## Parabolization of Concave Mirrors

Active optics parabolization of concave mirrors can be theoretically carried out by one of the two above processes. Unfortunately, because of practical difficulties to realize in a single piece a closed shell aspherized by inner air pressure and stress figuring, use of a vase or a meniscus shell aspherized by in situ stressing is preferred. However, from the above theorem, the following results are valid for both processes [6, 20].

The coefficient of the first term in flexure (6.57) is a2 = 1 /2RFlex. From the co-addition law (6.59), the first quadratic terms - i.e. the curvature terms - of the expansions must satisfy i = 1 ^ 1/Ropt = 1/Rsphe + 1/RFlex (6.60a)

whilst the sums zSphe + zFlex at any higher order exactly cancel. Hence, from (6.57) and the expansion of a sphere (see (1.38c) in Sect. 1.7.1), next coefficients of the flexure write

There are infinitely many a2i sets satisfying the active optics co-addition law. Since the sign of a2 is opposite to that of any higher-order coefficient a2i we can always find a flexure coefficient set with a balanced shape. From (6.57) and a third-order approximation, one shows that an acceptable range for obtaining a balanced flexure zFlex is when

2 a4 rN

where the left and right limit values correspond to dzFLex/dr = 0 for r/rN = 1/2 and 2, respectively. An optimal ratio is when the volume to remove is minimal; it can be shown that this is achieved for a null slope of the flexure located at r/rN = 1/= 0.7598... which corresponds to -a2/a4rN = 2/V3 = 1.1547... Because zFlex is derived from the displacements wn, un in (6.55) which are dependent on the shell boundary conditions, a strict condition for the above null slope radius-ratio would be excessive. For this reason, we assume as acceptable any flexure solution where the null slope radius r0 is such as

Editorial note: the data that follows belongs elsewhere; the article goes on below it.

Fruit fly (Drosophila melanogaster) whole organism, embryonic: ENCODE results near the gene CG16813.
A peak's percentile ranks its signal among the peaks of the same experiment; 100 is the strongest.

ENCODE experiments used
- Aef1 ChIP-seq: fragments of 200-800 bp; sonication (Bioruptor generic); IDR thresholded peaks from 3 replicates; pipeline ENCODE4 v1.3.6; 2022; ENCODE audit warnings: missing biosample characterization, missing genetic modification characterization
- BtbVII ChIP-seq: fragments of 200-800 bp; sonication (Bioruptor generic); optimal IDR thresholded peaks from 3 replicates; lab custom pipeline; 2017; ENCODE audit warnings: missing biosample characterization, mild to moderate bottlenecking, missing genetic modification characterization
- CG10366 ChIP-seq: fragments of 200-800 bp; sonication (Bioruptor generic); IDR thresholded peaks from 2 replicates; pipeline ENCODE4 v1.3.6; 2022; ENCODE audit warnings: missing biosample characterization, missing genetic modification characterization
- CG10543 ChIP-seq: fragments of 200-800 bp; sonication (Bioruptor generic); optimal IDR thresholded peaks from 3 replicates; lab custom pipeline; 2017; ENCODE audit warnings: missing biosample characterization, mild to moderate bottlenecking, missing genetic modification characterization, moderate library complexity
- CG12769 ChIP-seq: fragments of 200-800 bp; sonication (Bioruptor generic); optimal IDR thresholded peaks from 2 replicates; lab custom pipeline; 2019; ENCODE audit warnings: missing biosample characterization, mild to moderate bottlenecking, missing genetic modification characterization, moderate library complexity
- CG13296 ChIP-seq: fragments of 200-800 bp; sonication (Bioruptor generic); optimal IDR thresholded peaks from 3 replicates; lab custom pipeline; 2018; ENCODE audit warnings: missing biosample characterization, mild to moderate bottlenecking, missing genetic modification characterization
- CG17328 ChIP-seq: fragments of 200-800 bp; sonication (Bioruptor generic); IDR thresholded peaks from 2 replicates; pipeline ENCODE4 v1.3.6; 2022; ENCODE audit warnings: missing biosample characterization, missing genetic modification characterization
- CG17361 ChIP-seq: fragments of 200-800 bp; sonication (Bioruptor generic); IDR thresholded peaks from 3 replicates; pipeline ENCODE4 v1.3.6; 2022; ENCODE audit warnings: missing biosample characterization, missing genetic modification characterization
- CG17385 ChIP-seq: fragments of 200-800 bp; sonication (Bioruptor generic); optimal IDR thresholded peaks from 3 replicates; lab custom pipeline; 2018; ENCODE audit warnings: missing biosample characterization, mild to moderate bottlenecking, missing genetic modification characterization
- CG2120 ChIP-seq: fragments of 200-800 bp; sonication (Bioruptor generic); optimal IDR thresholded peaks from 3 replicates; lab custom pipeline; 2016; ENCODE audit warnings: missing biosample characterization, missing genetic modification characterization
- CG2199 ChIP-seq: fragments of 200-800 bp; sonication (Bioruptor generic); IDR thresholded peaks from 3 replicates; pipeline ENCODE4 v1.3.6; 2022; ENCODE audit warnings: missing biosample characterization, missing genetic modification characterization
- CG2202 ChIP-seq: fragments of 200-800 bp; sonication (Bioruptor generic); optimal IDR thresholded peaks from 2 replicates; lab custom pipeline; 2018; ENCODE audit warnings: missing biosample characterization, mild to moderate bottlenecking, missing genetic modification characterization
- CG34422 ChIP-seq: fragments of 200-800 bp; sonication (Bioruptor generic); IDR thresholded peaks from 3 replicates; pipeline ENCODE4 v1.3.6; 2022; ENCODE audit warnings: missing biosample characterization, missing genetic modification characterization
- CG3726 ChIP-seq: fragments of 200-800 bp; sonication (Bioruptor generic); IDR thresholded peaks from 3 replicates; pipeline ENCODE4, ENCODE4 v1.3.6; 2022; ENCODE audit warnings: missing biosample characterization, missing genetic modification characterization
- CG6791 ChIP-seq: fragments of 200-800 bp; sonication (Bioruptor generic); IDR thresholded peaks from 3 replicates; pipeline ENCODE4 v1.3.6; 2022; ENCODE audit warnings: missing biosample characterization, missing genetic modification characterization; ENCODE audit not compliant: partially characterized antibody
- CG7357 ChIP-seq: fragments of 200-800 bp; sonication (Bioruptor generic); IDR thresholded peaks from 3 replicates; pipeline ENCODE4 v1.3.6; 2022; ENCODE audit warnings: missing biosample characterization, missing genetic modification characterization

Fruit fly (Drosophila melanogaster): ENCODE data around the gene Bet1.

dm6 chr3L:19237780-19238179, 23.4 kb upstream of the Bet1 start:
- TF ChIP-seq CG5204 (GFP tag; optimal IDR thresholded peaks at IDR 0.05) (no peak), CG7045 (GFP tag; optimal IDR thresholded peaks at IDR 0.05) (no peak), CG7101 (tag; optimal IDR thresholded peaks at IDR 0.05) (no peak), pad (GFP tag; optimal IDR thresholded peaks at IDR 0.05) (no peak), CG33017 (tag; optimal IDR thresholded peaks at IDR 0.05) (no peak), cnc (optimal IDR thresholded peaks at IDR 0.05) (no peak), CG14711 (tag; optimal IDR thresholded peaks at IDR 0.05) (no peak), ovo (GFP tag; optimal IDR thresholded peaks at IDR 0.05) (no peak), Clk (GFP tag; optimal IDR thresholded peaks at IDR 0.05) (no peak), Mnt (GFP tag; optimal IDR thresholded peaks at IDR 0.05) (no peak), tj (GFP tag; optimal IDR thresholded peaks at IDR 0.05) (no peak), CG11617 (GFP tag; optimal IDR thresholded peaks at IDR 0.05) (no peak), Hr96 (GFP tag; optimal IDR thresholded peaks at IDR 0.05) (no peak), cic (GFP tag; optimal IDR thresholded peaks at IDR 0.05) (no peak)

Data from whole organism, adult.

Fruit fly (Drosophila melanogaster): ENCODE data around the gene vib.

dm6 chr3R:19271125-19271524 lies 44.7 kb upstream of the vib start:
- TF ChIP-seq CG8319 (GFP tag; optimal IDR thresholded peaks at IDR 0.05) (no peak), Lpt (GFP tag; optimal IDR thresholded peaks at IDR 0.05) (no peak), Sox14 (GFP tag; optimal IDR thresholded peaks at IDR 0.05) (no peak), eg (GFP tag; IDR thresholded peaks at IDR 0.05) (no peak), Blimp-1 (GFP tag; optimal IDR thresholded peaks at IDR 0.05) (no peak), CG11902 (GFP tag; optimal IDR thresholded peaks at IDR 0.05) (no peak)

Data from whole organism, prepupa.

We consider hereafter the three shallow shell geometries defined in Sect. 6.4.1 and use Schott Zerodur substrates (cf. the elasticity constants in Table 1.10). For instance, we can solve the inverse problem for 40-cm or 2-m clear aperture mirrors made of N = 10 meniscus elements.

• Parabolization of 40-cm clear aperture mirrors: The calculations of 40-cm optical diameter mirrors with N = 10 elements use a 2-cm radius increment; the radius of the circle where the load reaction applies is rN=r10=20 cm. The uniform load is q =±80kPa ~ ±0.8 Atm where, as stated in Sect. 6.6.1, the negative sign is for a depressure (in-situ stressing) and the positive for a pressure (stress figuring). The iteration process allows us to determine the associated radii of curvatures and normal thicknesses {tn} (Table 6.3).

• Parabolization of 2-m clear aperture mirrors: Similar calculations of 2-m optical diameter mirrors with N = 10 elements use a 10-cm radius increment; the radius of the circle where the load reaction applies is rN=r10=1 m (Table 6.4).

• Concluding remarks: Whatever the above shell geometries and associated boundaries, we obtain the following results.

^ The thickness distributions {tn} always increase from center to edge. In all cases, the faster the f-ratio, the larger the relative thickness increase.

In the design shown by Fig. 6.6, an optical clear aperture of 2rN is not exactly achieved because the inner part of the cylinder N +1 locally increases the rigidity. In order to effectively obtain a clear aperture up to 2rN in diameter, slight modifications of the shape and position of the outer cylinder must be made. Since the radial thickness tx of the cylinder always satisfies tx/rN C 1, the inner and outer radii of the cylinder can be modified such as respectively rN - tx/2 ^ rN and rN + tx/2 ^ rN + tx (6.62)

without significant change of the results in Tables 6.3 and 6.4. From the axial thickness tz,N+1 used for the calculation, the geometry of the outer cylinder can be somewhat modified for the final mirror design ; equivalences can be obtained by a widened local base and a shortened axial thickness.

To prevent from local stress concentrations at the link of the meniscus with the outer cylinder, a toric inner junction of radius RJ must be made such as

An example of such a modified vase shell is shown in Fig. 6.8.

One shows that if a plane plate of constant thickness t is clamped at r = a into a solid of semi-infinite axial and radial thickness, then the radius RJ of the inner junction - at the rear side of the plate - must approximately satisfy RJ/t ~ 1 - v. This value provides the deformation sag corresponding to that given by the thin plate theory for a built-in radius a realized by a square-corner junction. This result - which also includes the flexure effect of the shearing forces - was derived from the results of deformation tests of samples having various two-dimensional shapes (Fig. 6.9).

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